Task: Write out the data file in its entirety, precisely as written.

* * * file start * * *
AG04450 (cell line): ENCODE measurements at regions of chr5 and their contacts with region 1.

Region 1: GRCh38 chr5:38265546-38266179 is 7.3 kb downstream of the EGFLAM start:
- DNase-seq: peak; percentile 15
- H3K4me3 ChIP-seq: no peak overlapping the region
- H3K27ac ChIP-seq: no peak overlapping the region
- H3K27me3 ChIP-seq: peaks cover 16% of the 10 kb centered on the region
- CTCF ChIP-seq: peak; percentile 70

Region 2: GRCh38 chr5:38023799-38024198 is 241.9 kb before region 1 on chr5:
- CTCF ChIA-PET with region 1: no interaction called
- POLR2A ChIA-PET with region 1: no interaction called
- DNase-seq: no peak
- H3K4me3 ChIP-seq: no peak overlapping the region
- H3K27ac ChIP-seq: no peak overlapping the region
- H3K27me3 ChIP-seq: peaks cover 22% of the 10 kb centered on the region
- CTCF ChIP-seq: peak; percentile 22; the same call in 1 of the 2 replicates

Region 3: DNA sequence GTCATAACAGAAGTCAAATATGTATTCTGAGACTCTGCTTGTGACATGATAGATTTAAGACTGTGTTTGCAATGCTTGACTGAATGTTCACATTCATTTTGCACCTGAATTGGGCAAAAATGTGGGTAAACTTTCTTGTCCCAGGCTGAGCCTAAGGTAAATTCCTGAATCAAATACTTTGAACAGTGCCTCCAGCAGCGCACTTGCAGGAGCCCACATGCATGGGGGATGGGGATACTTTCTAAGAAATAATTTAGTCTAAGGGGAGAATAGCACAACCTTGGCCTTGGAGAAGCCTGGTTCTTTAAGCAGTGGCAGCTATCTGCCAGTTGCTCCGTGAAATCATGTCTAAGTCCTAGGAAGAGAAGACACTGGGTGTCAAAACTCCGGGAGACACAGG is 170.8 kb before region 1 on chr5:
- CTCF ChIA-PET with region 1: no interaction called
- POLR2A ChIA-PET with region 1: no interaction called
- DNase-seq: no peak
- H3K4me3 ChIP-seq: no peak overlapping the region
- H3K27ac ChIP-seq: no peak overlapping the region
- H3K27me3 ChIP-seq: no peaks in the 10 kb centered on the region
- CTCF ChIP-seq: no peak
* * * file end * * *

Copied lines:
AG04450 (cell line): ENCODE measurements at regions of chr5 and their contacts with region 1.

Region 1: GRCh38 chr5:38265546-38266179 is 7.3 kb downstream of the EGFLAM start:
- DNase-seq: peak; percentile 15
- H3K4me3 ChIP-seq: no peak overlapping the region
- H3K27ac ChIP-seq: no peak overlapping the region
- H3K27me3 ChIP-seq: peaks cover 16% of the 10 kb centered on the region
- CTCF ChIP-seq: peak; percentile 70

Region 2: GRCh38 chr5:38023799-38024198 is 241.9 kb before region 1 on chr5:
- CTCF ChIA-PET with region 1: no interaction called
- POLR2A ChIA-PET with region 1: no interaction called
- DNase-seq: no peak
- H3K4me3 ChIP-seq: no peak overlapping the region
- H3K27ac ChIP-seq: no peak overlapping the region
- H3K27me3 ChIP-seq: peaks cover 22% of the 10 kb centered on the region
- CTCF ChIP-seq: peak; percentile 22; the same call in 1 of the 2 replicates

Region 3: DNA sequence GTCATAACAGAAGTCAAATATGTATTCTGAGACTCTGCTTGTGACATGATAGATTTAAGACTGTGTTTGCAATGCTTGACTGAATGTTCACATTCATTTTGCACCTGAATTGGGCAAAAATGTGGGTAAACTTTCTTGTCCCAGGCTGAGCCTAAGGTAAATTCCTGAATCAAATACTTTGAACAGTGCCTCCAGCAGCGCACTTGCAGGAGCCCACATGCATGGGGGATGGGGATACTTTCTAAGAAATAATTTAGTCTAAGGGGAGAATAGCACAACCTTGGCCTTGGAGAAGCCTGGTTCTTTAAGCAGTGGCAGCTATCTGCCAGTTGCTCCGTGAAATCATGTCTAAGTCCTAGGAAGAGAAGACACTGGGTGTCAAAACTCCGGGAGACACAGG is 170.8 kb before region 1 on chr5:
- CTCF ChIA-PET with region 1: no interaction called
- POLR2A ChIA-PET with region 1: no interaction called
- DNase-seq: no peak
- H3K4me3 ChIP-seq: no peak overlapping the region
- H3K27ac ChIP-seq: no peak overlapping the region
- H3K27me3 ChIP-seq: no peaks in the 10 kb centered on the region
- CTCF ChIP-seq: no peak